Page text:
ASU’s law school offering class addressing nanotechnology

January 4, 2008

By hammersmith

[Source:] – The Sandra Day O’Connor College of Law Arizona State University is offering Nanotechnology and the Law, a course geared toward graduate students in public policy, bioengineering, biomedicine, justice studies and political science, as well as law.

Nanotechnology, a growing science with huge implications for health, safety, quality of life and the environment, is the science of the small. It has the ability to manipulate and utilize materials at the nanoscale, where they can display unique and beneficial characteristics. It is a $50 billion industry, with more than 500 nanotechnology products on the market, from stain-free pants and suntan lotion to slow-churned ice cream. Scientists are working to develop building materials that are lightweight, strong and inexpensive, and produced with something called carbon nanotubes. Manufacturing these particles creates the possibility of environmental danger.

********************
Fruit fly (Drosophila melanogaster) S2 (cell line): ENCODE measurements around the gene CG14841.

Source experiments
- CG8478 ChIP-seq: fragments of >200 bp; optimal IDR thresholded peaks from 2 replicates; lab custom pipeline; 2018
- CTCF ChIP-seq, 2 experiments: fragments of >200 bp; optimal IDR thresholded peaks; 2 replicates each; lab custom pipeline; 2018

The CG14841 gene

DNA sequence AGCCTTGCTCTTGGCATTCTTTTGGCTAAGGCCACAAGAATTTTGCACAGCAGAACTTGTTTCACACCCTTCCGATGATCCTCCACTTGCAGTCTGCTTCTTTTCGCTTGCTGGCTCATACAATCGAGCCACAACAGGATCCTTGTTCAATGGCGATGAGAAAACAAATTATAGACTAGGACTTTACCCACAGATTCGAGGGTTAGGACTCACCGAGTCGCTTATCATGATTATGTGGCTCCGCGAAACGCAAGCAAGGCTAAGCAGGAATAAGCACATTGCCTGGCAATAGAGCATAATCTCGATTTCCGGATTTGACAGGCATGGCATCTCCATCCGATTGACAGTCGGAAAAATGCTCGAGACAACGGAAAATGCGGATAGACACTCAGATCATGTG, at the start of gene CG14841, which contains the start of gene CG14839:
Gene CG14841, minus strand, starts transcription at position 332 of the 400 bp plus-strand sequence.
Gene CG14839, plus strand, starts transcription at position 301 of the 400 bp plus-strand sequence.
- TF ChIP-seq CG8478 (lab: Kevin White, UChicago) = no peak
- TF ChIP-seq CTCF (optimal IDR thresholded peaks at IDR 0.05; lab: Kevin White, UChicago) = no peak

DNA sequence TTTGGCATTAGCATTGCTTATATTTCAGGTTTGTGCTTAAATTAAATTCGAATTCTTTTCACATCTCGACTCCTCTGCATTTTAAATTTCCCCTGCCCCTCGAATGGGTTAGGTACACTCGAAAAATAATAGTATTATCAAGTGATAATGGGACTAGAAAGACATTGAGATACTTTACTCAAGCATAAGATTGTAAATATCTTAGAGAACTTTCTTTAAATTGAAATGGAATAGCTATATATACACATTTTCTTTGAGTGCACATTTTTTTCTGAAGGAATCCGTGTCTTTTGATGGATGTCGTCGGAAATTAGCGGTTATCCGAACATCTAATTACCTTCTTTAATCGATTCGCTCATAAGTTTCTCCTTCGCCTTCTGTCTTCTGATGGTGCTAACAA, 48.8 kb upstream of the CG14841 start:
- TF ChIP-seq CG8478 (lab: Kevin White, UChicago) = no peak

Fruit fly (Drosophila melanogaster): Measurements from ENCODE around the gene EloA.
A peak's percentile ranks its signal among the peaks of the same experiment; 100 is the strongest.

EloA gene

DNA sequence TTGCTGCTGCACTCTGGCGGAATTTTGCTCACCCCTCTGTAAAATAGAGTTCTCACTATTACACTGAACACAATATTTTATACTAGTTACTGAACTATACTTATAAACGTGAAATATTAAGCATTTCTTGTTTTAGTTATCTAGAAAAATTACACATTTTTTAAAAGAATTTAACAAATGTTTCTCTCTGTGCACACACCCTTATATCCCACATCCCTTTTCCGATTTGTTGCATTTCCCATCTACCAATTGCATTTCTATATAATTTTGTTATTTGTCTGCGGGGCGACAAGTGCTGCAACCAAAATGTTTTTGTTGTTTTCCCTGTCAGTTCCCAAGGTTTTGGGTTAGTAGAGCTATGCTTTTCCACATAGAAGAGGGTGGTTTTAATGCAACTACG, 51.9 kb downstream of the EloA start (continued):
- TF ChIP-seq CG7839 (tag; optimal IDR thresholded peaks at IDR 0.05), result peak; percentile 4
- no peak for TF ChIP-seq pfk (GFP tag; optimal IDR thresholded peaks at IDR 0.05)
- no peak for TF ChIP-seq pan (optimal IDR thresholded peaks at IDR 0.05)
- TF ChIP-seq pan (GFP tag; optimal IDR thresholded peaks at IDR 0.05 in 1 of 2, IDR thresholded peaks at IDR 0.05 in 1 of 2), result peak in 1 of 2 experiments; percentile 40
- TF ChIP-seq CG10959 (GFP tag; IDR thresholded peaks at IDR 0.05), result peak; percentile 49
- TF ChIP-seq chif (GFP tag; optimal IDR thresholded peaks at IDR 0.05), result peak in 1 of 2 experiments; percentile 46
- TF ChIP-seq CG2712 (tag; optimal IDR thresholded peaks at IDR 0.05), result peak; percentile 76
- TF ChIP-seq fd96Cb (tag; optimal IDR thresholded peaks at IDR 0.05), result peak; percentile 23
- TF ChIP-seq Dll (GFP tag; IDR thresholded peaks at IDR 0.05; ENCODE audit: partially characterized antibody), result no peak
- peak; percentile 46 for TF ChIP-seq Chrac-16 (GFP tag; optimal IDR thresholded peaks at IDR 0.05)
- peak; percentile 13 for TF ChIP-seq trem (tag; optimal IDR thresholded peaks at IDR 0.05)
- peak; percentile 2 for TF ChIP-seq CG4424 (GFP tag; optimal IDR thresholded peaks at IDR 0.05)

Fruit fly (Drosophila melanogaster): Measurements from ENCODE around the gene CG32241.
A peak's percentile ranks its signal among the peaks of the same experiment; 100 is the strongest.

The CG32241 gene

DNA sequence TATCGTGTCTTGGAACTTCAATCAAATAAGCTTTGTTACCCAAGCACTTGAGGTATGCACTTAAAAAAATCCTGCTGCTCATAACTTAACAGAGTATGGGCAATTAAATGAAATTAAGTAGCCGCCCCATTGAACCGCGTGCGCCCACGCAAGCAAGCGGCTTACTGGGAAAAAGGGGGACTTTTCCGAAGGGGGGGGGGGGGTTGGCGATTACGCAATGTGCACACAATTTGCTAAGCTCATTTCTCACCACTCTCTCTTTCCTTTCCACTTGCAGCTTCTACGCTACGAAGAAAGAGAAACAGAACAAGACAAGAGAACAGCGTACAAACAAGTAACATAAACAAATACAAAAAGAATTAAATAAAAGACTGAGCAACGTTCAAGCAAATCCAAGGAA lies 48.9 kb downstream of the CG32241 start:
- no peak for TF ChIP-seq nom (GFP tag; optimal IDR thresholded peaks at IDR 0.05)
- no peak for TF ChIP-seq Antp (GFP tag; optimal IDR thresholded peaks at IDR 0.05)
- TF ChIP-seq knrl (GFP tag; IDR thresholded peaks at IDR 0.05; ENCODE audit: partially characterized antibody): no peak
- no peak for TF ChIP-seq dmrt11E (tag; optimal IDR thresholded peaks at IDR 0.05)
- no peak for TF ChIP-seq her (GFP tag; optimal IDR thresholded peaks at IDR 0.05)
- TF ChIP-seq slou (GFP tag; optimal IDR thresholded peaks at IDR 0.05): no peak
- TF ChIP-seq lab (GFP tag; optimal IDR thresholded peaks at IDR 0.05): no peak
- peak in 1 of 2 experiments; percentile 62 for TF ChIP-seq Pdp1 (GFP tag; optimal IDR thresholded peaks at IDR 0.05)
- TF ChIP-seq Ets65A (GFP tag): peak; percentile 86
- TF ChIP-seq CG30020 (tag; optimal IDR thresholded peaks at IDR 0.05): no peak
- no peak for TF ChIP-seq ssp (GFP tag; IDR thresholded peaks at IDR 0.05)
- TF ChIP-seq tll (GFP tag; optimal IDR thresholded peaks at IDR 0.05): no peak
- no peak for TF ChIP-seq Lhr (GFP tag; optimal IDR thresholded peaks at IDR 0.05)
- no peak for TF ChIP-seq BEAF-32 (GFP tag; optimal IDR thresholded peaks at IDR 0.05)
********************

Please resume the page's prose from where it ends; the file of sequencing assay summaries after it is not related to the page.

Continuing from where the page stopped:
Professor Doug Sylvester, who will be offering the course next semester, has designed it to get students thinking and talking about a balance that protects health and safety while not penalizing science. Guest lecturers will include David Guston, director of ASU’s Center for Nanotechnology in Society, and Cynthia Selin, a Center researcher; Mike Kozicki, director of the ASU Center for Applied Nanoionics and a professor in the Ira A. Fulton School of Engineering; and Jason Robert, an assistant professor in the College of Life Sciences. The course will be held from 1:30-3:25 p.m. Thursdays, beginning Jan. 17th in Armstrong Hall. To register for the course, go to